Animal hoarding, which appears to be distinct from hoarding disorder, involves an individual acquiring large numbers (dozens or even hundreds) of animals. The animals may be kept in an inappropriate space, potentially creating unhealthy, unsafe conditions for the animals.

Hoarding was previously considered a subtype or symptom dimension of obsessive compulsive disorder (OCD) or obsessive compulsive personality disorder, but recent research has indicated that it is more appropriately classified as a distinct condition.  Hoarding disorder will be included in the latest edition of the APA’s Diagnostic and Statistical Manual of Mental Disorders (DSM-5), due out in May 2013.   


It is not known what causes hoarding disorder, but researchers have identified a number of risk factors.  Hoarding is more common among individuals with a family member who is also a hoarder.  Genetic research has begun to identify gene variants that may convey risk for hoarding.  Brain injuries have also been found to cause secondary or acquired hoarding symptoms in some patients.

Hoarding disorder is also associated with distinct abnormalities of brain function and neuropsychological performance, distinct from those seen in people with OCD or other disorders.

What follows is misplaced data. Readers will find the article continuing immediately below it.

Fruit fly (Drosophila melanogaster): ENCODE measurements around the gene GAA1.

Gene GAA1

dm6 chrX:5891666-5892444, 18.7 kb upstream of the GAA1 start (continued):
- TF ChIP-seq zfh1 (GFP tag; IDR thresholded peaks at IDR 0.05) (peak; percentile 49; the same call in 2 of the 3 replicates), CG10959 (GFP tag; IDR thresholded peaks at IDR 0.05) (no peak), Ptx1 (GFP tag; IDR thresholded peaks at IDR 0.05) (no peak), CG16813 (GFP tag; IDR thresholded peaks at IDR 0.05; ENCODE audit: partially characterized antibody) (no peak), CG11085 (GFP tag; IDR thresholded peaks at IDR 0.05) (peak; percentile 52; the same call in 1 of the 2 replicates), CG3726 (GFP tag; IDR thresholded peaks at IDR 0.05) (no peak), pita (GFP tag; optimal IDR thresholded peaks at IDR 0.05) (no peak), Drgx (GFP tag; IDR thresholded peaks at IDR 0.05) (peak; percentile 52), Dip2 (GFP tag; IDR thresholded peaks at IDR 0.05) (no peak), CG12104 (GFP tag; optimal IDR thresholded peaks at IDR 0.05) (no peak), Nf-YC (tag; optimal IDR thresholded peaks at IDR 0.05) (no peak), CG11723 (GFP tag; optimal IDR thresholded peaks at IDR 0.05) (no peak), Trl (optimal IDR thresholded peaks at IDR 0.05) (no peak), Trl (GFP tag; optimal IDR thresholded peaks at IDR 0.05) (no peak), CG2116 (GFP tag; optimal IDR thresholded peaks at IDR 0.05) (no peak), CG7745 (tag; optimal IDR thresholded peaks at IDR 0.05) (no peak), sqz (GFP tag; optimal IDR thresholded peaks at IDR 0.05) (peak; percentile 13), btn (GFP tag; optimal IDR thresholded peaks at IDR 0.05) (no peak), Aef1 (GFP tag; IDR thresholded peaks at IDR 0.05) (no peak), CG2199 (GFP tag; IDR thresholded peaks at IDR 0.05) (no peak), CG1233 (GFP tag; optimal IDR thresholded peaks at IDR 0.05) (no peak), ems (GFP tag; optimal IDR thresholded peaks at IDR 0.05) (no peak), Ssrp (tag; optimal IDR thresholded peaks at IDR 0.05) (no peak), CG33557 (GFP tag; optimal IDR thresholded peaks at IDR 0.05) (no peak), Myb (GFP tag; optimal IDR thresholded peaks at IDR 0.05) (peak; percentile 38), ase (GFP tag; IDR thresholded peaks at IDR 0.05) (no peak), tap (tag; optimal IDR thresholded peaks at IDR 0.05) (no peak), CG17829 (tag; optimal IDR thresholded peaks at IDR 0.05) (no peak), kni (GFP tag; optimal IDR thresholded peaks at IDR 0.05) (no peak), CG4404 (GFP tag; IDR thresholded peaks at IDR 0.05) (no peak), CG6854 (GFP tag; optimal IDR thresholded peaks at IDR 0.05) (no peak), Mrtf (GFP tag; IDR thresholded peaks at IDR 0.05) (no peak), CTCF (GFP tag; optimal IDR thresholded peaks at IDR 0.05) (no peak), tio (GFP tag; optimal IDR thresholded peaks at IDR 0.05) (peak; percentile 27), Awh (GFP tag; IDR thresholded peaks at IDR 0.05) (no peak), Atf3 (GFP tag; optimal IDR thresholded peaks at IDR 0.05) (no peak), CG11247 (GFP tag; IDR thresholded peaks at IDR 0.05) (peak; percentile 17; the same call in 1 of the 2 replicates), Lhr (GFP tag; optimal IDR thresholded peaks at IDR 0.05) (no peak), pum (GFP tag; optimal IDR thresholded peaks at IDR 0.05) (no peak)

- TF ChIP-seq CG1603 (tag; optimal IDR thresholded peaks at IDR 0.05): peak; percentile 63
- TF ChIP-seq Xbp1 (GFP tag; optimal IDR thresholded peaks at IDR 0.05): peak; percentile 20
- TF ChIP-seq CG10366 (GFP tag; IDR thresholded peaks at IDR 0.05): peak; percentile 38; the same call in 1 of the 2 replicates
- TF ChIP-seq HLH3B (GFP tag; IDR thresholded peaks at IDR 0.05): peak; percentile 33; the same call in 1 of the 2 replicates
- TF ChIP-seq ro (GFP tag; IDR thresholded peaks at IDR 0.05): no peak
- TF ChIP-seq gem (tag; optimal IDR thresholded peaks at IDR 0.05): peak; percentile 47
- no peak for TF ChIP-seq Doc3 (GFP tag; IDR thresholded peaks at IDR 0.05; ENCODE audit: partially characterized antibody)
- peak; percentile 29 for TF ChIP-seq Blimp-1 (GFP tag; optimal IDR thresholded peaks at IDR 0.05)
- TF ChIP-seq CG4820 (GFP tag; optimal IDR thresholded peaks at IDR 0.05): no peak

Many people with hoarding disorder also experience other psychological disorders, including depression, anxiety disorders, attention deficit/hyperactivity disorder, or alcohol use disorder.  A stressful life event, such as the death of a loved one, can also trigger or worsen symptoms of hoarding.

Symptoms of hoarding, such as difficulty discarding items, usually start during the teen years.  The average age at onset of fist symptoms is 13.  Hoarding disorder tends to be chronic, often becoming more severe over decades, as more and more clutter accumulates, causing more and more dysfunction.  Hence, early recognition, diagnosis, and treatment are crucial to improving outcomes. 


Treatment can help people with hoarding disorder decrease their saving, acquisition, and clutter, and live safer, more enjoyable lives.   There are two main types of treatment that help people with hoarding disorder: cognitive-behavioral therapy (CBT) and medication.

During CBT, individuals gradually learn to discard unnecessary possessions with less distress, diminishing their exaggerated perceived need or desire to save for these possessions.  They also learn to improve skills such as organization, decision-making, and relaxation.  For many people, certain anti-depressant medications may be helpful and may produce more rapid improvement.

If you or someone you know is experiencing symptoms of hoarding disorder, contact your doctor or mental health professional.

In some communities public health agencies can help address problems of hoarding and getting help for individuals affected. In some instances, it may be necessary for public health or animal welfare agencies to intervene.

More information:

Hoarding assessment scales:

  • UCLA Hoarding Severity Scale (Saxena et al, 2007)
  • Saving Inventory-revised (Frost et al, 2004)
  • Hoarding Rating Scale-Interview (Tolin et al, 2010)

(Images: MCarper/Shutterstock.com; Shadwwulf at en.wikipedia)